Byron Corral loaded boxes of food into a car in a giant parking lot in East Anchorage.
”One of the boxes is milk, like two gallons of milk,” Corral, 26, said through a face mask. “In other boxes, there’s just an assortment of dry goods. And another box is fresh produce.”
Corral was one of about 10 volunteers at the Food Bank of Alaska’s drive-thru, emergency distribution site on a recent weekday evening. He and the others quickly stacked boxes into cars and trucks, working through a line of vehicles that snaked through the lot.
It seems busy now, Corral said. But you should have seen it this spring as the coronavirus shut down businesses and unemployment skyrocketed.
“The first week when we started this location, the whole entire parking lot was full,” he said. “We had at least 500 to 600 families that were served. And usually we average like 100.”
Mike Reusser, the director of operations at the food bank, said the initial spike in need was staggering. The food bank saw a steep rise in the number of people brand-new to the food bank in late March and April.
Since then, the total numbers have declined and leveled out, but they are still above normal. And there’s concern about a second spike coming, especially with uncertainty about the future of federal unemployment benefits that are set to expire at the end of July, said Jim Baldwin, the food bank’s chief executive.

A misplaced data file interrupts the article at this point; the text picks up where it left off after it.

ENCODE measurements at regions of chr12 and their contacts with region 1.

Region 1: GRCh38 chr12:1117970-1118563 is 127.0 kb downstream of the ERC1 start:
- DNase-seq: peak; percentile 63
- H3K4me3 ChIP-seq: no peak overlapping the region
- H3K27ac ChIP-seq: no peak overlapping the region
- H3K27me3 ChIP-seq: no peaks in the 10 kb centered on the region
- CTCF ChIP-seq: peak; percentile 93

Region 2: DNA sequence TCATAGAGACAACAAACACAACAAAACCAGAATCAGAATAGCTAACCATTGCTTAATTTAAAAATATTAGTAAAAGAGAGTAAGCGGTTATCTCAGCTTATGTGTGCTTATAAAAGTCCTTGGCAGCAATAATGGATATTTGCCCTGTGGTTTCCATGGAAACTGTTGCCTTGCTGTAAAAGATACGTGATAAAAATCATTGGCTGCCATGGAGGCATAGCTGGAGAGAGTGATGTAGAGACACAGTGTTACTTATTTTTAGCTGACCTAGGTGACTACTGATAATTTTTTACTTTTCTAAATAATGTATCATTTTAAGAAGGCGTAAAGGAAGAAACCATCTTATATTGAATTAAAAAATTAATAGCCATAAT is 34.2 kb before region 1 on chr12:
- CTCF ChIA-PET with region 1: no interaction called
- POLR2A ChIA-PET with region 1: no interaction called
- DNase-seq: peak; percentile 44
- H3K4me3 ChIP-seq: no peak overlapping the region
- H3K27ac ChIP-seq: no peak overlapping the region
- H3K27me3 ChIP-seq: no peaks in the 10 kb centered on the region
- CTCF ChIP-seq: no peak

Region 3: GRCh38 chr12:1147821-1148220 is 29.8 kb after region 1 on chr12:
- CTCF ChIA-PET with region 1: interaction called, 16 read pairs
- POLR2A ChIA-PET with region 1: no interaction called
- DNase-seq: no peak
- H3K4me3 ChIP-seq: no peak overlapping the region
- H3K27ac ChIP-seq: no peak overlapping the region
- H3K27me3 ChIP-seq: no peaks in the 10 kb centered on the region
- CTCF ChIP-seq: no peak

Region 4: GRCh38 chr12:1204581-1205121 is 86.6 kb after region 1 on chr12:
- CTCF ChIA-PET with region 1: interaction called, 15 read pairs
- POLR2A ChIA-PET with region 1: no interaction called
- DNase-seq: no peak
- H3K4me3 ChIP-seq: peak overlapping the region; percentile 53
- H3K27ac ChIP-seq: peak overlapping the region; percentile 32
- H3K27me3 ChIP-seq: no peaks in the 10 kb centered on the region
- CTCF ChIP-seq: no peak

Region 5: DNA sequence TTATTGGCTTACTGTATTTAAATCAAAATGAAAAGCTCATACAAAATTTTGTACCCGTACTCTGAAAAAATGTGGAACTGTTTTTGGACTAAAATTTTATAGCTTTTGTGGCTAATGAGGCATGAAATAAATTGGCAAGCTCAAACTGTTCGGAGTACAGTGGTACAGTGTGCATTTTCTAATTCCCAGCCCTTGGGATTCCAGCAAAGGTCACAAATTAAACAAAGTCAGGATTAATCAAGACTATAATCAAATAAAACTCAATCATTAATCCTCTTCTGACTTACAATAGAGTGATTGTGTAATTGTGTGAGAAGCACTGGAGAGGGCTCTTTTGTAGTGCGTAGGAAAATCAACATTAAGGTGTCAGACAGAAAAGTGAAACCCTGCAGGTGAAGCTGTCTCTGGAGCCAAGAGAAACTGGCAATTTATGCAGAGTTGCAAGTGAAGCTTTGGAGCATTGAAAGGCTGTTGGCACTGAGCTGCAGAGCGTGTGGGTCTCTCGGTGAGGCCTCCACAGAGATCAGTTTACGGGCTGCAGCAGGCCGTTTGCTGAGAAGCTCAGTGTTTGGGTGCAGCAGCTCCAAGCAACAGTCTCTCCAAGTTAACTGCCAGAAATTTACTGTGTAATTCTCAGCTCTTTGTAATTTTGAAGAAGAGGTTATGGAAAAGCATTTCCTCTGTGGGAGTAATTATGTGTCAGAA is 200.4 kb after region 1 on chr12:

“We’re all getting a little anxious,” he said. “We’re wondering, ‘Are we going to have another surge in August?’”
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For now, the food bank is estimating that the need is up about 75% statewide compared to last year.
Lisa Aquino, chief executive of Catholic Social Services, said the St. Francis House Food Pantry in Anchorage experienced a similar spike in clients in the spring.
While numbers have plateaued, she said, they continue to serve a striking number of new people.
“The troublesome thing I think that means is that these are people who are not able to sort of make ends meet and ordinarily they have, but they can’t right now because of the situation — because they can’t work because of COVID or they lost their job or because they also have to take care of their kids and they can’t make all that balance,” she said.
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Aquino said she also worries about what happens when federal, state and local benefits triggered by the pandemic expire.
“There’s still record-high unemployment, still real struggles because of the pandemic, so we anticipate that the need for food is going to skyrocket,” she said.
Reusser said he expects that increased need to last for months if not longer.
“Given what we’ve experienced to this point, what we’re experiencing now, we would expect the need to be sustained, especially into the school year and through the winter,” he said.
He said the rise in demand has also come with an increase in volunteers and donations from the community.